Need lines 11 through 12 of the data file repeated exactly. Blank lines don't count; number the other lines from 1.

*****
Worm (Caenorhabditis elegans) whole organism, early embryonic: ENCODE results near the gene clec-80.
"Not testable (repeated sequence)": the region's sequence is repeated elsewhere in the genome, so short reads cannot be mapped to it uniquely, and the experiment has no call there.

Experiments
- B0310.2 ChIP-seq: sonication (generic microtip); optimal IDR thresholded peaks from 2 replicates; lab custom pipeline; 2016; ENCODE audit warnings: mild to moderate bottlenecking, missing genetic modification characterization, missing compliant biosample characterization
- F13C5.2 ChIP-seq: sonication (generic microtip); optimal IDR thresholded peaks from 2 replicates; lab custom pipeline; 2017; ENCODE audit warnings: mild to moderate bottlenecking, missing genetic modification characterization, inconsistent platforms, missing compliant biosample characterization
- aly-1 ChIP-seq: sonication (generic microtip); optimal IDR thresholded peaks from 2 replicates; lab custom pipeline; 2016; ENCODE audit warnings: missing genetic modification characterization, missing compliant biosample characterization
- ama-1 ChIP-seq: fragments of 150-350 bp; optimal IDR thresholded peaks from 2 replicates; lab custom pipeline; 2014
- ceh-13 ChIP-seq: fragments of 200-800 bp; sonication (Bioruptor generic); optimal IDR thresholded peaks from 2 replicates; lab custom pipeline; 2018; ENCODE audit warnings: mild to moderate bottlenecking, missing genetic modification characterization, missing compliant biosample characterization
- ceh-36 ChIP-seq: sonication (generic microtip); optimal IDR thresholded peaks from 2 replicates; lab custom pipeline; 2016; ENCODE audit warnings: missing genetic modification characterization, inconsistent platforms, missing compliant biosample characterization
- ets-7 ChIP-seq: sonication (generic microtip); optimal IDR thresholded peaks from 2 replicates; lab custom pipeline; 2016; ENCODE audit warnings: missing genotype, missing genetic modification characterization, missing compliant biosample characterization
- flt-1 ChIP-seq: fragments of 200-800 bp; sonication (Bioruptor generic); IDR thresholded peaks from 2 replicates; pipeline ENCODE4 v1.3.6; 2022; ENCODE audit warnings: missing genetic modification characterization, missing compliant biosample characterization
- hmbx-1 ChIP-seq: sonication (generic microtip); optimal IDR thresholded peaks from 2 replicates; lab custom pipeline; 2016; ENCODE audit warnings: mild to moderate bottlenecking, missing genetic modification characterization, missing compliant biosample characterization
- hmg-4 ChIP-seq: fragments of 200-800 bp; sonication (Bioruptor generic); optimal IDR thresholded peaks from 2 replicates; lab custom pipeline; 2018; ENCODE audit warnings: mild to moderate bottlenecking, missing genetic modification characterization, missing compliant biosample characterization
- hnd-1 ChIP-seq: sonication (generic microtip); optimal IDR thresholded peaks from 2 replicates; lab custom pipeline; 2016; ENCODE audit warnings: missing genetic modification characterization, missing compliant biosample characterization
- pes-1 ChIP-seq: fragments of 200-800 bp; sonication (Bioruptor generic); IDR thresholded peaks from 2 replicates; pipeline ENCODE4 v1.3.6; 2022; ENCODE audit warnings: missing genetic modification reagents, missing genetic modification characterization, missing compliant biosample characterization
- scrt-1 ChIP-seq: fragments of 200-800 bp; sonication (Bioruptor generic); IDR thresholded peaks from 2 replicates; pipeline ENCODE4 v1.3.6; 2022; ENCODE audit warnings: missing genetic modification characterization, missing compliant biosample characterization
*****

- flt-1 ChIP-seq: fragments of 200-800 bp; sonication (Bioruptor generic); IDR thresholded peaks from 2 replicates; pipeline ENCODE4 v1.3.6; 2022; ENCODE audit warnings: missing genetic modification characterization, missing compliant biosample characterization
- hmbx-1 ChIP-seq: sonication (generic microtip); optimal IDR thresholded peaks from 2 replicates; lab custom pipeline; 2016; ENCODE audit warnings: mild to moderate bottlenecking, missing genetic modification characterization, missing compliant biosample characterization